The typology of the distribution of Edge: the propensity for bipositionality

  • Shanti Ulfsbjorninn
  • Mohamed Lahrouchi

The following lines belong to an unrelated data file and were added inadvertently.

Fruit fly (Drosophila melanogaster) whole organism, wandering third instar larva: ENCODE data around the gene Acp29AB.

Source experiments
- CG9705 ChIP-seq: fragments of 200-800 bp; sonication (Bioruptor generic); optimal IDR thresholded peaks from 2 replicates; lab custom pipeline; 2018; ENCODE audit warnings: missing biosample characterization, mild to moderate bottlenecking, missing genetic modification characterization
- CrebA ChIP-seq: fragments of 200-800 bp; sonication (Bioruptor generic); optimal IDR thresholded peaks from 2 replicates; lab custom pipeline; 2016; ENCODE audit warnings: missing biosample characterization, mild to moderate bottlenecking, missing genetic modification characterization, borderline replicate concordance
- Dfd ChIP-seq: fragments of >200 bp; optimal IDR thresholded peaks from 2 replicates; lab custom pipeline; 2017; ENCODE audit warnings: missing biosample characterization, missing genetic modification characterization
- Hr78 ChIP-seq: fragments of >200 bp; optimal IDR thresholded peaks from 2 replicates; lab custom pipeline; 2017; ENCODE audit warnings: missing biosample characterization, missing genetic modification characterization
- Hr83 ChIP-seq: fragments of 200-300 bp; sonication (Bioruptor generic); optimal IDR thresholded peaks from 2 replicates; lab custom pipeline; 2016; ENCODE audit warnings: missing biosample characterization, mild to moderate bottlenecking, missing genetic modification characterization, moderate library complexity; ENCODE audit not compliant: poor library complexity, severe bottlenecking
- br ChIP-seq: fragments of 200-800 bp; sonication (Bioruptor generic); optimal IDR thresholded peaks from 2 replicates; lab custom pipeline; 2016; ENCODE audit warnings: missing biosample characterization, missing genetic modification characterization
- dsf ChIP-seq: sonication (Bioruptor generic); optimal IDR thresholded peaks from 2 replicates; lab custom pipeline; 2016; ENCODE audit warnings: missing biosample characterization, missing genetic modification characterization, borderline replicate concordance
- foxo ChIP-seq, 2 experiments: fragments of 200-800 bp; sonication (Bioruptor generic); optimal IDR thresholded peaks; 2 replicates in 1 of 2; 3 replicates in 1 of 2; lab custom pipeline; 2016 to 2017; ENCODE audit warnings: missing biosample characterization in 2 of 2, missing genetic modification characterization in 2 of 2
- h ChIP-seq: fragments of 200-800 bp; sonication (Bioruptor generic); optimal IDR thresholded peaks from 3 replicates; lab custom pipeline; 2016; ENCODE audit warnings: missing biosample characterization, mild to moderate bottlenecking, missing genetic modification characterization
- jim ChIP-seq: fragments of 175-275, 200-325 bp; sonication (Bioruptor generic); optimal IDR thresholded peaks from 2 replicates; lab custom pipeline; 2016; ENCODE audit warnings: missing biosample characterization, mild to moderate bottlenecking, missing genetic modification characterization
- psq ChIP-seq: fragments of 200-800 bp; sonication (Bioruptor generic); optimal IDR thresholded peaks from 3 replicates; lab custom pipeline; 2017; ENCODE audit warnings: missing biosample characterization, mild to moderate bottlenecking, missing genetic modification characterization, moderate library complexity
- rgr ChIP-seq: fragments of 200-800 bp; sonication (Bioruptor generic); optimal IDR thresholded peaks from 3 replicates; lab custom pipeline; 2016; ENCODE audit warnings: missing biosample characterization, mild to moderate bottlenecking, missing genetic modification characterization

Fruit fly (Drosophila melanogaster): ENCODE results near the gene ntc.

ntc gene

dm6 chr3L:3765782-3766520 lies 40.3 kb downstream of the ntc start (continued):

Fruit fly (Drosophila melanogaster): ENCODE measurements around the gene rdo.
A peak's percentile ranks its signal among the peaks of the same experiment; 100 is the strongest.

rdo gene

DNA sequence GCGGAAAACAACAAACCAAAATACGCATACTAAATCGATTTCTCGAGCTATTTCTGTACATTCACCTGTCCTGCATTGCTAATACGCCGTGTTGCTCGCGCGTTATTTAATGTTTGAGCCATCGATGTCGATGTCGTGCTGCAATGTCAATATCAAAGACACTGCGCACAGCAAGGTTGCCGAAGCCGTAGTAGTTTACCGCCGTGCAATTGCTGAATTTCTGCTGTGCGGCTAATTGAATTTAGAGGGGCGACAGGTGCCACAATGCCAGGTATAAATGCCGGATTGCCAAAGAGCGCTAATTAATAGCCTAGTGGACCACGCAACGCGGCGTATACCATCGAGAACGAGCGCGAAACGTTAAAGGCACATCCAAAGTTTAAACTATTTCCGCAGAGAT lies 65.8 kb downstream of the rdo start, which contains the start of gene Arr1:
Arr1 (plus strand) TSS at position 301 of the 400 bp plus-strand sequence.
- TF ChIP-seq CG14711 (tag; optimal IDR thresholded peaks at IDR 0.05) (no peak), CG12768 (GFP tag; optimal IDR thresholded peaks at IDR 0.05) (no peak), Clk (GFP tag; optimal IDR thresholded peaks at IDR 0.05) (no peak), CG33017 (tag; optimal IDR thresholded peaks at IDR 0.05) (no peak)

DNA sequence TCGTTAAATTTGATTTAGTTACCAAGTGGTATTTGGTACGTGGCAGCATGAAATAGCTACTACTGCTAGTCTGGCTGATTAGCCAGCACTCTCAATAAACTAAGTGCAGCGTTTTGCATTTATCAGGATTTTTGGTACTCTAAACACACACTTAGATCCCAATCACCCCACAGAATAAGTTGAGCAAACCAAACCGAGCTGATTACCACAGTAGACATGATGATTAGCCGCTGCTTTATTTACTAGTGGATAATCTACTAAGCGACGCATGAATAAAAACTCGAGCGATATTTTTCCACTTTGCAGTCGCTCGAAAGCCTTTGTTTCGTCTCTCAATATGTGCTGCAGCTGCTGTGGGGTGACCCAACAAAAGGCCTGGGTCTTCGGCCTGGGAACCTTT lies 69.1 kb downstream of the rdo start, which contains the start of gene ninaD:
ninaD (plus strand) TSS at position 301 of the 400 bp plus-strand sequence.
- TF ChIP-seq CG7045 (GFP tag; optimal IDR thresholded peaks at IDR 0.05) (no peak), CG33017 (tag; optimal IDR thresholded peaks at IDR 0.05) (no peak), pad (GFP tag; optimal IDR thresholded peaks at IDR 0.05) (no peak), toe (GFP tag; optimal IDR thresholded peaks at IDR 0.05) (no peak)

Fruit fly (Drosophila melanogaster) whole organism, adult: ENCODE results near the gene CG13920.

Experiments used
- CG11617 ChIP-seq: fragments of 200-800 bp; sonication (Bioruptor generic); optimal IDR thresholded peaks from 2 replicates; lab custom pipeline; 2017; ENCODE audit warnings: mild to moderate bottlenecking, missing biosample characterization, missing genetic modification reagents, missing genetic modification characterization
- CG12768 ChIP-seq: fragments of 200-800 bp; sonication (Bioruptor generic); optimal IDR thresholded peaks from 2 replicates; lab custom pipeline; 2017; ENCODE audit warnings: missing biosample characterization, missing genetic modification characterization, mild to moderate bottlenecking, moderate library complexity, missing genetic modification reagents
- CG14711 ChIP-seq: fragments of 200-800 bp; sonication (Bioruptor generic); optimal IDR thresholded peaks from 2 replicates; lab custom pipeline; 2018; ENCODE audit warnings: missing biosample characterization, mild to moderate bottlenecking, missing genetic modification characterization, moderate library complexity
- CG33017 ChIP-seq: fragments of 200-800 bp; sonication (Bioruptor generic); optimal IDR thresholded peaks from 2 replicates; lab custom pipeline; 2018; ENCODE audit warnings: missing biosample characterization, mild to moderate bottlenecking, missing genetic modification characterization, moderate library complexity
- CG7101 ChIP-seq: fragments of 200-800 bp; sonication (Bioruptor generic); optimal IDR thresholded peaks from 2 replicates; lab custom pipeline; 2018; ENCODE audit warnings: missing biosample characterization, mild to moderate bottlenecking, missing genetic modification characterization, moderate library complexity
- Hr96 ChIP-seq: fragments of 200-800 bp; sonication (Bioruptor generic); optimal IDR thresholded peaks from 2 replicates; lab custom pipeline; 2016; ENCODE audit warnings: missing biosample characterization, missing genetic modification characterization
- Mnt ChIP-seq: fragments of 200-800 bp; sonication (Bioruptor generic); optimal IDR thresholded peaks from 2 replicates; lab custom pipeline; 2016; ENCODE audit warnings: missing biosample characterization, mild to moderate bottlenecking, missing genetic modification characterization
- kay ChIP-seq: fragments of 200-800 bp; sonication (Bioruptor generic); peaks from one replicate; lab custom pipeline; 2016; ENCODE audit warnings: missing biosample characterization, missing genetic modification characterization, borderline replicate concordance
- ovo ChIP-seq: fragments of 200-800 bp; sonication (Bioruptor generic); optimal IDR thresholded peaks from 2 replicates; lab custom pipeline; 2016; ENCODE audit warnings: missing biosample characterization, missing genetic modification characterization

We discuss the grammatical conditions that can be imposed between segmental content (features) and syllable structure (positions) and how a representational preference can influence diachronic development. The discussion centers on the co-distribution of two properties: occlusivity and bipositionality. The first is the phonological feature that induces occlusivity and reduces amplitude (that is: |ʔ|, which we will refer to as Edge(*)), the second is the autosegmental structural property of belonging to multiple positions (which we refer to as ‘C.C’). Edge(*) and bipositionality have a universal affinity but they are not reducible to each other. Instead, the inherent diachronic tendency to preserve Edge(*) in bipositional structures can become grammaticalised through licensing conditions that dictate the alignment of the two properties. This can be expressed bidirectionally, forming two major language types. Type A has the condition stated from the featural perspective (Edge(*) must be found in C.C). While, Type B comes from the other direction (C.C must contain Edge(*)). Crucially, the same structure is diachronically stable: (Edge(*)-C.C). What varies is the distribution of those properties elsewhere (given the direction of licensing condition). Type A excludes Edge(*) from {#__,V_V}, while Type B excludes C.Cs without Edge(*). Although there is variation on this point, there is a UG component, because there are no anti-Type A/B languages where Edge(*) repels bipositionality.